After massive Black Lives Matter protests across the world last year, 23-year-old Clarisse Bosco and 25-year-old Gallican Buki were feeling hopeful. They saw so many people sharing resources, research and initiatives. But soon after, they both felt that support die down. Their social media feeds went back to how they had been before. "I kind of felt like my skin was a trend for two weeks, not really something to be taken seriously," Bosco said. They set out to change that with their new project: Living With Black Skin, which they rolled out over Black History Month. They wanted to showcase the unique lives of other young, Black people like themselves. Bosco came up with the idea. Buki shot the photos and videos that went along with it. The editing and packaging was a collaborative process. The project rolled out with videos, photos and quote cards on both of their Instagram accounts. For Buki, the project was an outlet for his passion for photography, but also a way of sharing Black history and knowledge through channels he knows people will watch. "As a Black person, you're not always represented fairly when it comes to the arts, but also just when you're being edited, you're blown out, you are just insanely contrasted, or sometimes people just don't want to put the work in and will just put you black and white," he said. For Bosco, interviewing her friends and peers was a solid reminder that she's not alone out there. "As Black people, we kind of forget to check on each other," Bosco said. She said some of their close friends are among the people they interviewed for the project. "We can go and talk to them about anything," she said. "But we never really talk about things like the struggle that we have as Black people. We don't talk about the struggles, you know, within the community and just keep our head to ourselves and keep pushing." Response to Living With Black Skin has been overwhelming, according to the pair behind it. Teachers have approached them to ask if they can use the material in classes. "[We've had] friends that we know that we may have grown up with or have lost touch with reach out and say how appreciative they are of the videos and how much they've learned," Bosco said. The goal was always to spark conversation, and to keep authentic representation of Black lives at the front, something Buki said the project did really well. "To see that [these conversations are] truly happening within various homes and also to just hear stories about how like this has definitely opened their eyes into seeing how that this is still happening right now: the micro-aggressions, the systemic racism and just, the hate towards Black people," he said. "Because sometimes when you put statistics out there or stories or even newsletters, people are like, 'Hey, this is of the past. Why are you still bringing up the past?' But no, honestly, the support and the love and just the conversations that came out of that was just amazing." The pair are considering continuing the project in some way, but haven't settled on anything concrete. In the meantime, it's their hope that the conversation doesn't just fade away now that Black History Month is over. "These stories and these things that we live don't get to just end after a certain month or end after a certain trend," Bosco said. "There's things that we still live with today and still carry forward. And if we stop talking about it, we stop making room for growth and for change." (CBC) For more stories about the experiences of Black Canadians — from anti-Black racism to success stories within the Black community — check out Being Black in Canada, a CBC project Black Canadians can be proud of. You can read more stories here.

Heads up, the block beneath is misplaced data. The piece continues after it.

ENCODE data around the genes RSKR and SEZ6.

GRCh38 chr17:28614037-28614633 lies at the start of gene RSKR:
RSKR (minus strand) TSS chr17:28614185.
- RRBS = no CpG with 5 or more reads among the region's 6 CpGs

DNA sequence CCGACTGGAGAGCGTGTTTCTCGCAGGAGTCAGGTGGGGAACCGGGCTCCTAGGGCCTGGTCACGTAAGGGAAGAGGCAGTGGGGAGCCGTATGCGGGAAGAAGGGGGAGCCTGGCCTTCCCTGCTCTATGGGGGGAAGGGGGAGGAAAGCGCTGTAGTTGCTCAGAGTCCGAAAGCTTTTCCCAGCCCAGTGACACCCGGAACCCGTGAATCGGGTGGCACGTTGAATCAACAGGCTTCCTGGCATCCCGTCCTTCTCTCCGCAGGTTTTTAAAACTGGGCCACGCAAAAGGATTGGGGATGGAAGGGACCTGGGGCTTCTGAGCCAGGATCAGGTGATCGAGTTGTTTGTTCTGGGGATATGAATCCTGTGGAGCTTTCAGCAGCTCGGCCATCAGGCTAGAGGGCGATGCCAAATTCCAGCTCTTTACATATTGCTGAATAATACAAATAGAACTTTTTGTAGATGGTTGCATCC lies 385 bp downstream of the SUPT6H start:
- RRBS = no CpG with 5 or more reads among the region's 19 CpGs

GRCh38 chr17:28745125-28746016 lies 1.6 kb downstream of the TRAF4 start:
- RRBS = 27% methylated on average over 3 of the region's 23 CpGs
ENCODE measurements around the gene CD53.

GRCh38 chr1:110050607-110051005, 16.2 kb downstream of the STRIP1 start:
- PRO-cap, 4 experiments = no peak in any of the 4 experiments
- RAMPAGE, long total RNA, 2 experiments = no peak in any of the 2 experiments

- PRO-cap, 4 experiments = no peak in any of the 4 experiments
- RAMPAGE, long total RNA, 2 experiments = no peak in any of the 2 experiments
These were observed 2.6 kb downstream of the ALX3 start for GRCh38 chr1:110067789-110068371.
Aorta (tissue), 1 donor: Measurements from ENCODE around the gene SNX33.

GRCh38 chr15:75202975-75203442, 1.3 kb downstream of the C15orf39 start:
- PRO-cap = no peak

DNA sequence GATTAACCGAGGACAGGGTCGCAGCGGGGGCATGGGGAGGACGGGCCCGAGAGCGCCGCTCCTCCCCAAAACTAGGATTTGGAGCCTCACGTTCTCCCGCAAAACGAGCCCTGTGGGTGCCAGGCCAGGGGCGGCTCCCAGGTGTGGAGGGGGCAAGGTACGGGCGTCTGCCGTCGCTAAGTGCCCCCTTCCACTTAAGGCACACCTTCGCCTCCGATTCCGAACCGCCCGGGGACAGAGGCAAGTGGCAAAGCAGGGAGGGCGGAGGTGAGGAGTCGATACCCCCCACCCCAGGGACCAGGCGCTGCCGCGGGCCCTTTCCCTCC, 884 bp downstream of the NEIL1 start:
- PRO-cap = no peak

The Uncomfortable Conversations with a Black Man author will take over for Chris Harrison on After the Final Rose
The doll of the former first lady is the latest in Barbie's Inspiring Women series